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Jazz Festival Mounts Strong Field PDF Print E-mail
Music - Feature Stories
Tuesday, 15 May 2001 18:00
Probably the smartest thing the organizers of the Eighth Annual Quad Cities Jazz Fest can do is leave Jim Widner to his own devices. Widner, the musical director of the festival and leader of the St. Louis-based big band that bears his name, has parlayed the annual event’s growing reputation into a stellar field for the 2001 edition, which includes events Thursday through Saturday.

“They give me pretty much a free hand at crafting the artist lineup,” Widner said of the festival’s organizers.

“He has contacts that our committee … no way,” said John Scally, a member of the Quad Cities Jazz Fest committee. “He’s been a godsend. He has saved our bacon.”

Widner has been involved with the festival for half a decade, and he says his knowledge of the market has proved useful. He tries to maintain a balance between popularity and quality while keeping in mind that the tastes of the Quad Cities audience are more likely Midwestern than avant-garde.

“We don’t hip ourselves out of business,” he said.

This year’s lineup will feature plenty of familiar faces, even for people who aren’t jazz aficionados. If you’ve seen either Blues Brothers movie, Saturday Night Live, or David Letterman’s show, you’ve seen some of this weekend’s lineup.

Singer Mardra Thomas, pianist Reggie Thomas, bassist Widner, horn player Tom “Bones” Malone, trumpeter Randy Brecker, saxophonist “Blue” Lou Marini, drummer Charles Braugham, and the Southern Illinois University Big Band are all scheduled to participate. Hoagy Bix Carmichael Jr., the son of the jazz-piano and composing great who was named after Davenport’s own jazz hero, will serve as master of ceremonies.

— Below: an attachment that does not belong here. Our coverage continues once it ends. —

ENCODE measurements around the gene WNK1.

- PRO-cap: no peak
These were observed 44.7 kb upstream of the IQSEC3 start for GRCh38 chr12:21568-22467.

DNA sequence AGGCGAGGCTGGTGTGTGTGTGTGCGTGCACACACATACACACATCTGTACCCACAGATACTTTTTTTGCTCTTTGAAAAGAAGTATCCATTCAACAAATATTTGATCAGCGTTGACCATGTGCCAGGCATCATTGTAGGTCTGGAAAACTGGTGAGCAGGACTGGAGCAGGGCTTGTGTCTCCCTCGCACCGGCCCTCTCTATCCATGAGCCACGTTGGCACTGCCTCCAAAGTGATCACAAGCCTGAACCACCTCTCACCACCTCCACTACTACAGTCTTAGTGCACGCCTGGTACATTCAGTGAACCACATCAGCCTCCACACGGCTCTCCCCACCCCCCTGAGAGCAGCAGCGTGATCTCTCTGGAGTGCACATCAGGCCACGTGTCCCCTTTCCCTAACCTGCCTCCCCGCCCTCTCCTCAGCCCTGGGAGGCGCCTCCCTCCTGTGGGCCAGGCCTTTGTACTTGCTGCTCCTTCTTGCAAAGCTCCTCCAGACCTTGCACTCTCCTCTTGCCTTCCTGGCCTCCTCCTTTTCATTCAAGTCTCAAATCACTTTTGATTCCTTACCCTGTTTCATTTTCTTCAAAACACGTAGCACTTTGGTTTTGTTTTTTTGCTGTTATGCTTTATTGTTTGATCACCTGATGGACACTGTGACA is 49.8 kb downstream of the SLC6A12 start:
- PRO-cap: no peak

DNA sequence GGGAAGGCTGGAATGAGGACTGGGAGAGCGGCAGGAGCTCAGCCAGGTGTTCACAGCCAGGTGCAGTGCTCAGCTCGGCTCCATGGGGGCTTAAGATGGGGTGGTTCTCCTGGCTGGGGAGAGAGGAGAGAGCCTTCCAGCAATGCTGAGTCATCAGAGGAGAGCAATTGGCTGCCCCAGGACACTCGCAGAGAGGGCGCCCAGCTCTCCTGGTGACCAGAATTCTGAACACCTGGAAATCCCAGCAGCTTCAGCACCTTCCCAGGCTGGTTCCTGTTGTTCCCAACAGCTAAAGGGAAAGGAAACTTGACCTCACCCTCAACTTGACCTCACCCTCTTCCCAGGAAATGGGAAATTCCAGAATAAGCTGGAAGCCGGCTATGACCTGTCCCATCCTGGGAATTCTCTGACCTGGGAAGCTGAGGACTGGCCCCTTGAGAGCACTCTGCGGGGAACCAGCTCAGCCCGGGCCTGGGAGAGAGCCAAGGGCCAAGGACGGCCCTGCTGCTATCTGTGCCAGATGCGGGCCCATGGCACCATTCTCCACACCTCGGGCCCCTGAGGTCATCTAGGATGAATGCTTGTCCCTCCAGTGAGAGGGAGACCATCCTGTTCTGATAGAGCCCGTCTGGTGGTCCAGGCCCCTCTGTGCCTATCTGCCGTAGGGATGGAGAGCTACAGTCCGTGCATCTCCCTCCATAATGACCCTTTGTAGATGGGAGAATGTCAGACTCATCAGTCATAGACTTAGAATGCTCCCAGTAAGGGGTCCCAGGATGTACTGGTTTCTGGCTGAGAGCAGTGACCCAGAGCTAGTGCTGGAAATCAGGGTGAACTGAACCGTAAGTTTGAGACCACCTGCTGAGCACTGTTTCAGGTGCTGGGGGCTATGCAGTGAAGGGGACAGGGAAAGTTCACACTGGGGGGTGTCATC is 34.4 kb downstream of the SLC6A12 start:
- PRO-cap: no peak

The festival gets underway on Thursday, May 17, with “Jazz in the Neighborhood for Kids” at the Col Ballroom in Davenport from 5 to 7 p.m. This event was added last year and is intended to teach grade-school and junior-high students “what this language called jazz is all about,” Widner said. The event is free and will feature many of the festival artists, plus the Bix Beiderbecke Youth Jazz Band.

The public face of the festival shows itself Friday night with “The Concert,” featuring all the festival’s artists at Augustana College’s Centennial Hall. Tickets for the 7 p.m. show are $20 and available only at the door.

While the performers won’t be sharing the stage at the same time, Widner said they will appear separately and in different combinations. Many of the artists have worked together and are therefore already familiar with each other. But one of the great things about jazz is that everybody already knows the grammar and vocabulary; even complete strangers can improvise together. “You can get together and everybody knows what to do,” Widner said.

Saturday brings “The Clinic” at West Music at 5202 North Brady Street, running from 11 a.m. to noon and featuring many of the jazz-festival participants.